2013 QUATERLY REPORT: FIGHTING ILLEGAL JUVENILE DETENTION IN BURUNDI
During the last three months, International Bridges to Justice (IBJ) has continued to assist children in conflict with the law, in the provinces of Bujumbura, Mairie, Bujumbura Rural, Mwaro and Cibitoke.
The roundtable discussions, organized by IBJ, focused on juvenile justice relevant innovations that have been brought about by the new Criminal Procedure Code. As a consequence of these discussions, it was noticed that there has been better implementation of Article 166 of the Code which mandates the defense of juveniles by a qualified lawyer. A notable example of the impact of IBJ’s work is the case of Bernard, 17, who was accused of rape. As per the law in Burundi, a person is considered to be a ‘juvenile’ if he/she is under 18 years of age. In Bernard’s case, the Court of Bujumbura, Rural refused to proceed with the matter since the 17 year old boy was not represented by a lawyer. The judges postponed the case to another date, and in the meantime, IBJ was called upon to assist in the matter. The network of juvenile legal aid providers in Bujumbura, ‘Coordination de l’assistance judiciaire des mineurs en conflits avec la loi’ refers many criminal cases to IBJ. One of its members has said about IBJ – ‘IBJ lawyers have proven their competencies in assisting children accused of crimes’.
Besides Bujumbura, Mairie and Bujumbura Rural, IBJ lawyers also assisted juveniles in the provinces of Mwaro and Cibitoke. These are two of the seven provinces in Burundi which do not have prisons situated within their geographical limits. This situation creates a unique problem for juvenile detainees. Since they are detained in prisons remotely situated from the competent court, their trials are not conducted in a timely manner. To overcome this challenge, itinerant hearings of the courts are organized to expedite the case of juveniles detained in these remote prisons. In the provinces of Cibitoke and Mwaro, transportation of Magistrates is supported by the Belgian Technical Cooperation.
One of the cases that IBJ has dealt, within these past three months, is a case of robbery wherein three children and two adult men have been jointly accused.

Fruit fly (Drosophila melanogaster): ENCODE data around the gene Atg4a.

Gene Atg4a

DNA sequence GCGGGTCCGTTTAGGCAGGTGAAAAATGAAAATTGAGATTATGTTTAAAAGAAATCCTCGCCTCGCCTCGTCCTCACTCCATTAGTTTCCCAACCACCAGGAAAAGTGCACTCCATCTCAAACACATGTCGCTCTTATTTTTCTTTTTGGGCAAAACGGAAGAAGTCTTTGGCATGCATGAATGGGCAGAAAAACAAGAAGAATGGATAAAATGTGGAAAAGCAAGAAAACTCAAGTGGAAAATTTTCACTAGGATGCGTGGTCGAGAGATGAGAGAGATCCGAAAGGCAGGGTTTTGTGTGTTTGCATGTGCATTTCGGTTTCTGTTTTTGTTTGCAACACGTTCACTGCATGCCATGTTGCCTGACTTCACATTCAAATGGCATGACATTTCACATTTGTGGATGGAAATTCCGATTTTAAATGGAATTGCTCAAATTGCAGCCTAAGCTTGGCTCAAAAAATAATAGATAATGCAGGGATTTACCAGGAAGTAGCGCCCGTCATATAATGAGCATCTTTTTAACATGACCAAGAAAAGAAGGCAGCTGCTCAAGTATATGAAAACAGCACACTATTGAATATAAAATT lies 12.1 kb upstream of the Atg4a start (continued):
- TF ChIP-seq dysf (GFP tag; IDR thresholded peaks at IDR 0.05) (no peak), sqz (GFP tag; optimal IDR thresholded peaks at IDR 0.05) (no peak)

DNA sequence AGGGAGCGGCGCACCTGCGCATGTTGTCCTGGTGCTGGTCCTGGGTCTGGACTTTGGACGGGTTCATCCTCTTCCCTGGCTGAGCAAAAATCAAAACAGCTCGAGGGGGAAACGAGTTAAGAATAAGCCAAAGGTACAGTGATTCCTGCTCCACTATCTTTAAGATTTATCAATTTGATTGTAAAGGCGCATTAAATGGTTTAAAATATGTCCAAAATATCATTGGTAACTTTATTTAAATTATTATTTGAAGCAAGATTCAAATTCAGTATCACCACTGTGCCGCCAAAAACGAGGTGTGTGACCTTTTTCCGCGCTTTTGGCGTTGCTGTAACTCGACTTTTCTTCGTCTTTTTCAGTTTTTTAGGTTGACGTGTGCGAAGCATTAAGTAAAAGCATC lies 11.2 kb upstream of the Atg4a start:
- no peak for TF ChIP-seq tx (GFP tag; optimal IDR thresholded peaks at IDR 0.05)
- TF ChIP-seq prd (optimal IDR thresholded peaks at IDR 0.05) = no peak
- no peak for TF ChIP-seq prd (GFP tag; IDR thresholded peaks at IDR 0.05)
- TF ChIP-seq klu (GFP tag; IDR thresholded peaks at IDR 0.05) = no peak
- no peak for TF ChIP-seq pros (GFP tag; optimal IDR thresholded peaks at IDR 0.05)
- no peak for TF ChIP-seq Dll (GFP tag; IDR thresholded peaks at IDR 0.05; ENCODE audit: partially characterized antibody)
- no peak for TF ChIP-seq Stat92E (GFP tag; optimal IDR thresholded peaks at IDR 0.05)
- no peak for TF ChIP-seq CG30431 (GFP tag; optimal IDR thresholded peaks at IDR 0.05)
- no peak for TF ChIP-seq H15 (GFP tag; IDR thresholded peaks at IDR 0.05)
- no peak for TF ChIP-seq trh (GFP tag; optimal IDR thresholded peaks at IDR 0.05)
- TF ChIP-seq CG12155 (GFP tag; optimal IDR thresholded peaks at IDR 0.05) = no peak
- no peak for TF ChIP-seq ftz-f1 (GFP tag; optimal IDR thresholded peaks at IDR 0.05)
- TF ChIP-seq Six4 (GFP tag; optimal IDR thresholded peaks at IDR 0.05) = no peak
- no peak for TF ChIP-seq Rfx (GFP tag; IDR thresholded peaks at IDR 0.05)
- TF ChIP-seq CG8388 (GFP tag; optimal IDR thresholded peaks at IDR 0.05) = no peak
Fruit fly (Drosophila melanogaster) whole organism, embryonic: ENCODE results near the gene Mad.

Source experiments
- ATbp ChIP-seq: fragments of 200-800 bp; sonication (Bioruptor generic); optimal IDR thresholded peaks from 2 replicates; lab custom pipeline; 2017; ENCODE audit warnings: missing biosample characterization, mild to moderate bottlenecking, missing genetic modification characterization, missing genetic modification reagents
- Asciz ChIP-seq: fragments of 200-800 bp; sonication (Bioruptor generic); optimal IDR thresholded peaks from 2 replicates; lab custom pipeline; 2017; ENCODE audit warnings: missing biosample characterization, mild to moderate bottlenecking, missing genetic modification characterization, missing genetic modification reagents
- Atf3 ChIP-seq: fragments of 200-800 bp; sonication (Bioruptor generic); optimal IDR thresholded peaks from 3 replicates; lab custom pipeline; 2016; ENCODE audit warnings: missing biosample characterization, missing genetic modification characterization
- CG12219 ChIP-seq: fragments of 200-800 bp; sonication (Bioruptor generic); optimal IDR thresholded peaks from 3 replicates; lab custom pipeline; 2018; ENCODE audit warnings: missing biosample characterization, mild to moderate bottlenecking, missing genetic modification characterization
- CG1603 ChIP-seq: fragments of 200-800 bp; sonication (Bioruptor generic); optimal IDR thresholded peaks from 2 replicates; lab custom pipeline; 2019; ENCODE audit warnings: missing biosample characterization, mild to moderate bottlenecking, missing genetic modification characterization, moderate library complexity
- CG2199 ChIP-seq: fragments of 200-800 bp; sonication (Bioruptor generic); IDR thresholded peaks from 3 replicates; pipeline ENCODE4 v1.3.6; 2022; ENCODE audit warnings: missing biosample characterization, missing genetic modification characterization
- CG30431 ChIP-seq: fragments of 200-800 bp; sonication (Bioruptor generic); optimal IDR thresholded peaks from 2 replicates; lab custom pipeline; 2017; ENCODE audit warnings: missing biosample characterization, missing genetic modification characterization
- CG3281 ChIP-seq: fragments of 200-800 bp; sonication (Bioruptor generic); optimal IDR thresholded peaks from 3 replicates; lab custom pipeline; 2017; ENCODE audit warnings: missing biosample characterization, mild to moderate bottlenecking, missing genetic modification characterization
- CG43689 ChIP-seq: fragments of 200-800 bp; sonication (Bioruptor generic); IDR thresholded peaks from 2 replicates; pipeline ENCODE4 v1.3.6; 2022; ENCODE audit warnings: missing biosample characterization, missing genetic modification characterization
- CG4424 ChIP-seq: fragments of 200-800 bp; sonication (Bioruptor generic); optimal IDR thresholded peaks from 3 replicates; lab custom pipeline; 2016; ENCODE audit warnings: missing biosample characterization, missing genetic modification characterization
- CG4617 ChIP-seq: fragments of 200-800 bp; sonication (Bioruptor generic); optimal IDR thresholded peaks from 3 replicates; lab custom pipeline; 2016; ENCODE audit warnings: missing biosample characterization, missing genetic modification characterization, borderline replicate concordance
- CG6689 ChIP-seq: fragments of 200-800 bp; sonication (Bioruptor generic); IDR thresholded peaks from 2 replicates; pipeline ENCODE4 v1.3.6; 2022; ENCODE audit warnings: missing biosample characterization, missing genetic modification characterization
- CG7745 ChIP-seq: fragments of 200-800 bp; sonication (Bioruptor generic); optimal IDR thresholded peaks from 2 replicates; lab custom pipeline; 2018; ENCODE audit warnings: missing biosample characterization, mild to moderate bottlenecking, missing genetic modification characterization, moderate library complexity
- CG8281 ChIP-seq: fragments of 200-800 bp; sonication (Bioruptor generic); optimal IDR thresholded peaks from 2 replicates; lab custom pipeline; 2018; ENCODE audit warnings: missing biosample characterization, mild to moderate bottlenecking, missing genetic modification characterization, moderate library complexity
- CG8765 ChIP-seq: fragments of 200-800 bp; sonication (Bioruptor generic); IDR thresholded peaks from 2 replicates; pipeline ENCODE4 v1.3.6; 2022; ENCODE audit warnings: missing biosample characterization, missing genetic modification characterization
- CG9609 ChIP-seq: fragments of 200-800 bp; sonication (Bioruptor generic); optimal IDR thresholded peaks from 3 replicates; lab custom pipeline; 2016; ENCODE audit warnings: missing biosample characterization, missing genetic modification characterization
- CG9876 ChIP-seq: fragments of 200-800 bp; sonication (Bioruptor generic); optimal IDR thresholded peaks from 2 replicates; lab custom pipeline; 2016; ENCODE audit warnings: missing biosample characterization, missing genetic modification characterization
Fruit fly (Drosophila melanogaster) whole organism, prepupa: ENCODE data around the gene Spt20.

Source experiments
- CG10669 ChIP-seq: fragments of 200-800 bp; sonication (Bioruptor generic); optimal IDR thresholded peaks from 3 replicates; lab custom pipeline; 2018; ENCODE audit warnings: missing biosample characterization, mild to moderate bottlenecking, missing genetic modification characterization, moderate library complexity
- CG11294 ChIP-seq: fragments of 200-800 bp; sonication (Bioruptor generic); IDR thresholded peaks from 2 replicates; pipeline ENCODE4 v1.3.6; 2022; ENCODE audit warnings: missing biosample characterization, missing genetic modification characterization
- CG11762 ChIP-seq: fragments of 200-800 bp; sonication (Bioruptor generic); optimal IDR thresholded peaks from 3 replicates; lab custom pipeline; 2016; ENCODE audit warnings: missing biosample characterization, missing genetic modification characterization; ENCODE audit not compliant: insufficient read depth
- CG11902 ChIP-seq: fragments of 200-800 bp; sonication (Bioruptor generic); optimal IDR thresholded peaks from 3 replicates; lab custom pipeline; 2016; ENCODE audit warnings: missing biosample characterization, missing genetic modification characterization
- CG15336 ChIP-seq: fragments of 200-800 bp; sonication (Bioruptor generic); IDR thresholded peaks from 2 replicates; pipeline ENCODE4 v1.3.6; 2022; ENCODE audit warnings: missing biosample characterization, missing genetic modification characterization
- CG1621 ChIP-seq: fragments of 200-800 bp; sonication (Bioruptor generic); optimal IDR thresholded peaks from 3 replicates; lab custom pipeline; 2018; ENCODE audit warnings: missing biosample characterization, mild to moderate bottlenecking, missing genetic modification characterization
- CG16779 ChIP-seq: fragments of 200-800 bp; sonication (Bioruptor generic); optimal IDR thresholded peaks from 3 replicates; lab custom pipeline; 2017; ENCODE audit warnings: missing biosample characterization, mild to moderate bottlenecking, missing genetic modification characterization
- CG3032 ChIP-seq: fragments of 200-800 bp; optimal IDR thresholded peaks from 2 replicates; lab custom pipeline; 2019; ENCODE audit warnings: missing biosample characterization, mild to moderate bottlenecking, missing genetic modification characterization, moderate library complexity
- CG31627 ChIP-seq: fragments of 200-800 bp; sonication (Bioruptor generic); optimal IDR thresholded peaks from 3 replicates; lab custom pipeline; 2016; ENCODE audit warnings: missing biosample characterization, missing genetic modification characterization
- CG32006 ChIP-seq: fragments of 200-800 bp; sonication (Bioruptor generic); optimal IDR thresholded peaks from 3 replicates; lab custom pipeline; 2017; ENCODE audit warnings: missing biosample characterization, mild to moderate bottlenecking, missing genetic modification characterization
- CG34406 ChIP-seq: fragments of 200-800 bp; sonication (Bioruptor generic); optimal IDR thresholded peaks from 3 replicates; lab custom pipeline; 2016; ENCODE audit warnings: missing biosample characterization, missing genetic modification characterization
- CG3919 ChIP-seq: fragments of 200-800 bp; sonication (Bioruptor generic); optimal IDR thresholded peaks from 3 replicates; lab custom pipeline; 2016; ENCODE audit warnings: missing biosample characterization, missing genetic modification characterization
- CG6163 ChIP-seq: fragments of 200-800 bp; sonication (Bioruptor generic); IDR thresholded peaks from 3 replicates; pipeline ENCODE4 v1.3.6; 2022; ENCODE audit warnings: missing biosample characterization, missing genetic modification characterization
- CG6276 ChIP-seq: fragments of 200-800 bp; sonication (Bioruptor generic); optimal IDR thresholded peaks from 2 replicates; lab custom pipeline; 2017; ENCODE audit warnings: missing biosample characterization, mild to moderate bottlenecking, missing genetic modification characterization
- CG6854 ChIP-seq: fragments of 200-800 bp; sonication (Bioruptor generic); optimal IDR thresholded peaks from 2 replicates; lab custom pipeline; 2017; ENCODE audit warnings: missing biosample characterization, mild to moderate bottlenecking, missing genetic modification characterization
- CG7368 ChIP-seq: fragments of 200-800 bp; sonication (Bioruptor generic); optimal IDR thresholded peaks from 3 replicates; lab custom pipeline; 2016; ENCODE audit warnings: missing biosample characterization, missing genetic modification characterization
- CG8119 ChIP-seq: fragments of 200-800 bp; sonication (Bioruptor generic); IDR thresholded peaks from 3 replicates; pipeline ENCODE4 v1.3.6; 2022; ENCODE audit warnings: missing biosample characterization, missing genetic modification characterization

In this case, the two accused adults were not in detention; one of them had been released by the police, while the second had escaped from prison. What is shocking to note is that the case has been pending for a long time due to the absence of the two co-accused adults and, for this entire period, the three juveniles were detained in prison.
IBJ petitioned for the case to either be re-heard, or in the alternative, for the three juveniles to be released until the two co-accused adults are apprehended and brought before the court. Eventually, the Court decided to re-start the trial and Jean Claude Barakamfitiye represented the three juveniles on behalf of IBJ.
It is worth noting that significant improvements with relation to juvenile justice have been made by the new law on criminal procedure. The Code of Criminal Procedure now obliges trials involving children to be conducted in the presence of a lawyer or any other person skilled in juvenile justice matters. It also mandates that any interrogation of a child must be done in the presence of a lawyer or any other skilled person as directed by the court.
In the matter dealt with by Jean Claude Barakamfitiye, the children had not been interrogated in the presence of a lawyer. The defense demonstrated many irregularities in the evidence against the three children, which were to be considered by the Court. The defense argued that these children had been involved in the crime by adults who had, surprisingly, been released. The children stated before the Court that, “We had been promised payment for transporting these items. But we did not know that they were stolen goods”. This raised many doubts about the role of these children in the robbery. The prosecution argued that, from the confession of the children made to the police, it was evident that they had committed the crime. Eventually the prosecutor sought a sentence of 8 years of imprisonment for the three young children. Subsequently, the three boys were sentenced to 2 years of imprisonment.
For the year 2014, IBJ thinks it is necessary to organize trainings on criminal justice for juveniles since it has come to light that children are being prosecuted in an illegal manner. In the above mentioned case, the court was sensitive to the accused juveniles and agreed to conduct the trial in-camera. However, the prosecutor sought punishment of imprisonment of 8 years for the children although, according to the new criminal code of procedure, the maximum sentence against a child in conflict with the law may not exceed 4 years.
In total, IBJ has taken up thirteen cases in these past three months, and in January 2014, six other cases have been referred to IBJ via the network of the juvenile legal aid.